The Virginia health care organization does the hard work of focusing on the transformation of the culture of their company, using the CMMI as one of the tools that can help them. Their goal is to improve and change the way their entire organization behaves, so that they deliver a work product of greater value to the customer.

The New York health care organization invests significant time, money and effort to go through a SCAMPI-A appraisal, only to “check the box.” Having done so, they ignore the guidance of the CMMI, and go right back their old culture … complete with late, over-budget projects, heavy process debt, etc.

All other things being equal, which organization would you hire?

I appreciate your taking the time to send in your question, Larry. With a little context and creativity, the CMMI is a powerful solution for any industry that plans, designs, and delivers any type of product or service.

Like this blog? Forward to your nearest engineering or software exec!

Jeff Dalton is a Certified SCAMPI Lead Appraiser, Certified CMMI Instructor, author, and consultant with years of real-world experience with the CMMI in all types of organizations. Jeff has taught thousands of students in CMMI trainings and has received an aggregate satisfaction score of 4.97 out of 5 from his students.

Register for "Introduction to CMMI-DEV," February 11-13 2013 in Fairfax, VA.

Visit www.broadswordsolutions.com for more information about engineering strategy, performance innovation , software process improvement and running a successful CMMI program.

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2 comments:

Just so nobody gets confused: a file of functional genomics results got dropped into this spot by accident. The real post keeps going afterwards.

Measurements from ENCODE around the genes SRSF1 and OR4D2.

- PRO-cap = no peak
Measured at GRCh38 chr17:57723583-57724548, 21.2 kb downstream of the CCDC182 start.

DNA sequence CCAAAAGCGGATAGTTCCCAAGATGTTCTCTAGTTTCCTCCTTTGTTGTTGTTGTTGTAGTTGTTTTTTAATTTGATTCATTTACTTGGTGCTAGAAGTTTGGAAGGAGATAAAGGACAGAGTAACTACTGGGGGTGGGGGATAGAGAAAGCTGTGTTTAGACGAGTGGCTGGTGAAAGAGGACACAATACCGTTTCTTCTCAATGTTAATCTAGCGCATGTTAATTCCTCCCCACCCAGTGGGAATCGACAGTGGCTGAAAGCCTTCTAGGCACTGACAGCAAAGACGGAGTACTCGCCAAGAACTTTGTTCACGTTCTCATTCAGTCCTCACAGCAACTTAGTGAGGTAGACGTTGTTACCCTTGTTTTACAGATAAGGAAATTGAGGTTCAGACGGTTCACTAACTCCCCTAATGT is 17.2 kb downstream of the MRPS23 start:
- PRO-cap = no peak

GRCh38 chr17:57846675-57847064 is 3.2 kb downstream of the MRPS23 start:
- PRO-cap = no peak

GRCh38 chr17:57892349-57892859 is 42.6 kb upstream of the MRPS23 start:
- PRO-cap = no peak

Danny O'Connor said...

This is possibly irrelevant but if I was to try and design a software development life cycle to be used in the health care industry, should it be designed with the CMMI in mind or would it matter? The CMMI and lifecycle models seem completely independent, other than one being used to improve the other. I'm brand new to this so excuse my ignorance.

Jeff Dalton said...

Danny, the only ignorant question is the one you don't ask...if I hadn't asked a million questions I'd still be dumb as a post like the day I was born.

You're right - the CMMI and Lifecycle Models are completely independent. In my talk "Agile Resilience" (available soon in a video...), I talk about how the CMMI can make Agile strong and durable - but I also talk about how the CMMI is really cool for ANY type of engineering or software development - in fact, for ANY kind of product development - software, hardware, roads, airplanes, and baskets.

Rather than design a model "with the CMMI in mind" use the CMMI as a set of "questions" that have to be answered by the methodology you ARE using. HOW do I estimate? HOW do we plan? WHO performs these roles, etc. All of the 356 practices in CMMI ML3's 18 Process Areas can be turned around into questions that, if you answer them, will make you and your team dramatically more successful, productive, and happy.

The CMMI is not a method, and it's not a lifecycle. It's best used to improve what you are already doing - regardless of lifecycle. Good luck!